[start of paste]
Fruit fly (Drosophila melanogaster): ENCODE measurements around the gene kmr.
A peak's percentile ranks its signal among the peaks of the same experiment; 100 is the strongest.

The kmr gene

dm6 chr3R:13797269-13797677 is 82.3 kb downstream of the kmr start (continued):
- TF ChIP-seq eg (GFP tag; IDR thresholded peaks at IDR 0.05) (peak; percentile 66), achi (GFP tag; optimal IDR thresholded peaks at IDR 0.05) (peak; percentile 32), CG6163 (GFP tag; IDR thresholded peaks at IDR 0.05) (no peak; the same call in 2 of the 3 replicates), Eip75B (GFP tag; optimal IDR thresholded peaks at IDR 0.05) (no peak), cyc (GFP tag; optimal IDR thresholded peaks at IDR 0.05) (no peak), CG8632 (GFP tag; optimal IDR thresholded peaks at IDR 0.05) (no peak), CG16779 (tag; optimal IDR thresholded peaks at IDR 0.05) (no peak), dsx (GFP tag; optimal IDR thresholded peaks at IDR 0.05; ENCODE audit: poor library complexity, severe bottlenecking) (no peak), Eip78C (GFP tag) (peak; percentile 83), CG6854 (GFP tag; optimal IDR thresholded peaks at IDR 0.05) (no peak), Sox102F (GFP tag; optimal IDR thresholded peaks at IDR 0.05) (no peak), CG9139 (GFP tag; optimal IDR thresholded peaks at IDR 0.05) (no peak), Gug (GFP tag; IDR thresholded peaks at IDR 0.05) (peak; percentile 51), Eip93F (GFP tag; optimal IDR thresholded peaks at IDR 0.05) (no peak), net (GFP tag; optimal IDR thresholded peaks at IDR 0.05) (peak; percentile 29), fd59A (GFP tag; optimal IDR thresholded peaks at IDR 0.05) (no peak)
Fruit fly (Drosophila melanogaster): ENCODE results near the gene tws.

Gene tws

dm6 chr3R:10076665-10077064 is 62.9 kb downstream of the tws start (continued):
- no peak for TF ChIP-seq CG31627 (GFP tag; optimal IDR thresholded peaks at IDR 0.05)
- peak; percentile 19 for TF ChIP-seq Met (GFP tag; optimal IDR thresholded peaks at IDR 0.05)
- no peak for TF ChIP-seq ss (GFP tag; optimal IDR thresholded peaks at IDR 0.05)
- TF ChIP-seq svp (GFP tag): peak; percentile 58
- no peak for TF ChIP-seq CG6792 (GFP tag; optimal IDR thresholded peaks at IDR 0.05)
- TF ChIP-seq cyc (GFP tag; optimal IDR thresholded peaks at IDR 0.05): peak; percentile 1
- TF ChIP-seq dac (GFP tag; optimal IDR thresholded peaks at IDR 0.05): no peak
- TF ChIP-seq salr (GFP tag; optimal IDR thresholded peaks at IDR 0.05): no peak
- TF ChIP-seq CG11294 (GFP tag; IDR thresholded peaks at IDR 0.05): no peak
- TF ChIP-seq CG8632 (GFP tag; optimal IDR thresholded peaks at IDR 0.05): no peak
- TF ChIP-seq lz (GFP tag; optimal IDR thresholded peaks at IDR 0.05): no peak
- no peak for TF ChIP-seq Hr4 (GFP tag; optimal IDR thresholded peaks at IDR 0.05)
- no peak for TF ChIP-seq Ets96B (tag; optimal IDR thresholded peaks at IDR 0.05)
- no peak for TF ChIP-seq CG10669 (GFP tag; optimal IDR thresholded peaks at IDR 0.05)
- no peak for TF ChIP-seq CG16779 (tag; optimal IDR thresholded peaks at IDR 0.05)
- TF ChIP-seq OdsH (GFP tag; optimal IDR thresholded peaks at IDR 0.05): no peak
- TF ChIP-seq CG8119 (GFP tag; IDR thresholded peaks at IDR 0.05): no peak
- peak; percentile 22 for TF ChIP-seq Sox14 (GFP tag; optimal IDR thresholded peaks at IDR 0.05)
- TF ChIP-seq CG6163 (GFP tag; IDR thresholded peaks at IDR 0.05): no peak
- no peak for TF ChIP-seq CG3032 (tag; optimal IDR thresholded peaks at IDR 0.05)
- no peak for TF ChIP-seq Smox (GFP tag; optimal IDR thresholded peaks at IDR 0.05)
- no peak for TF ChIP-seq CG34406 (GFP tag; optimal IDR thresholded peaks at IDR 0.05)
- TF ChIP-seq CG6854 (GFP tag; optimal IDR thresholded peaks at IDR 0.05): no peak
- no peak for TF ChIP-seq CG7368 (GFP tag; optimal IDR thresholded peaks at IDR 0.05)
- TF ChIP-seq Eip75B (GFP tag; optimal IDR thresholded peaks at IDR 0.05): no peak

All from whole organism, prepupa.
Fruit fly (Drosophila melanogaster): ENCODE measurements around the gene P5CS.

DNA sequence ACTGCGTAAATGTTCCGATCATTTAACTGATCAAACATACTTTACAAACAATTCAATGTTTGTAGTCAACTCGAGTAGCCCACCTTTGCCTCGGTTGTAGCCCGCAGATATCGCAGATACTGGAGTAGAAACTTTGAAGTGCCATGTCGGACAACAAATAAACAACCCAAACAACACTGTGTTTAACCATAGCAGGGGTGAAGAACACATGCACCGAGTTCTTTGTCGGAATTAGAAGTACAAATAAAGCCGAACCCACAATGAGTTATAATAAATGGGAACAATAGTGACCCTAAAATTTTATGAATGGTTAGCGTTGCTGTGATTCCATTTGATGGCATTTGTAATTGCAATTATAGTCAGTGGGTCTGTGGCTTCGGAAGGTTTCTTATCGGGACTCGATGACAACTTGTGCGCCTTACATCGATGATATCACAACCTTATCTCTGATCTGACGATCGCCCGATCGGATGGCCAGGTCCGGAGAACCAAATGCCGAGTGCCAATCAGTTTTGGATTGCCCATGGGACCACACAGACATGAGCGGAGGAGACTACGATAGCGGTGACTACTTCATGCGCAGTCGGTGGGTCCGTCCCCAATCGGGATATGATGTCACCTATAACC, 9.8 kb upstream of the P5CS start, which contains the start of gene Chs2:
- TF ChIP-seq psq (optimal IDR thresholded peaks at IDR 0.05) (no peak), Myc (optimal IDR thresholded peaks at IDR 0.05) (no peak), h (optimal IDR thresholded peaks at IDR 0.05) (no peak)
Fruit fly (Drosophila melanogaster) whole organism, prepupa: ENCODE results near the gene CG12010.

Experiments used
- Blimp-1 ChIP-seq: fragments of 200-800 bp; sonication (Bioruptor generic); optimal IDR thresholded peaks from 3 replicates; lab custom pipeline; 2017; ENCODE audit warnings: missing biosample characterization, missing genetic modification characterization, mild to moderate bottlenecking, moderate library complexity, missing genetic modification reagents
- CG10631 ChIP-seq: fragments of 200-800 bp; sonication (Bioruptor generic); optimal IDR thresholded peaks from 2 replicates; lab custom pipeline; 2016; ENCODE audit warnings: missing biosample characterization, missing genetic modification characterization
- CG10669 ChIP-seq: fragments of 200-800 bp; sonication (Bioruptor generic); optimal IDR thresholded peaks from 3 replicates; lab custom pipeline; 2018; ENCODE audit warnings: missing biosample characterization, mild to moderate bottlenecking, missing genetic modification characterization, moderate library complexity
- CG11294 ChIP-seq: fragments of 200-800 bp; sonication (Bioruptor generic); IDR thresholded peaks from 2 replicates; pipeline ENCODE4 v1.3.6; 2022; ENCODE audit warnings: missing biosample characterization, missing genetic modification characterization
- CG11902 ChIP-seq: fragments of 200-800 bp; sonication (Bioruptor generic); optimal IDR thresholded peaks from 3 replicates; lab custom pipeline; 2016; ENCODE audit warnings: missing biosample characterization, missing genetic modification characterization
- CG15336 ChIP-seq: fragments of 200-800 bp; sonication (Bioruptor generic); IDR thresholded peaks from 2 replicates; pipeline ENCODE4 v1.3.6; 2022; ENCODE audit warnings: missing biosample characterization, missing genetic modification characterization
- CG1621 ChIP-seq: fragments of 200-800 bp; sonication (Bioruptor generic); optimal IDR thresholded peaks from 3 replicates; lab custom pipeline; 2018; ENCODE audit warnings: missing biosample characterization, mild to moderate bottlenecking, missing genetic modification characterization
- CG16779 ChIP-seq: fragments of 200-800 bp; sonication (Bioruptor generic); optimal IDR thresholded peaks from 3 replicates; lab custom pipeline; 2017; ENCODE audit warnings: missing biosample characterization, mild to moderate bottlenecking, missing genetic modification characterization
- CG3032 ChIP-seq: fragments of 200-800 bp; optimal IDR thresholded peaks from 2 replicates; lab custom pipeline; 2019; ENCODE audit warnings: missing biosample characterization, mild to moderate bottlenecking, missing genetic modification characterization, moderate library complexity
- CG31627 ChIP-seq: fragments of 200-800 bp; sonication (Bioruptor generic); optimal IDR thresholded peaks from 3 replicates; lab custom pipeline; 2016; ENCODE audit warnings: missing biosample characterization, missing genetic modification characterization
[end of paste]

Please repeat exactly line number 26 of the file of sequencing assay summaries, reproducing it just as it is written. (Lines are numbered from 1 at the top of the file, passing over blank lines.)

- peak; percentile 22 for TF ChIP-seq Sox14 (GFP tag; optimal IDR thresholded peaks at IDR 0.05)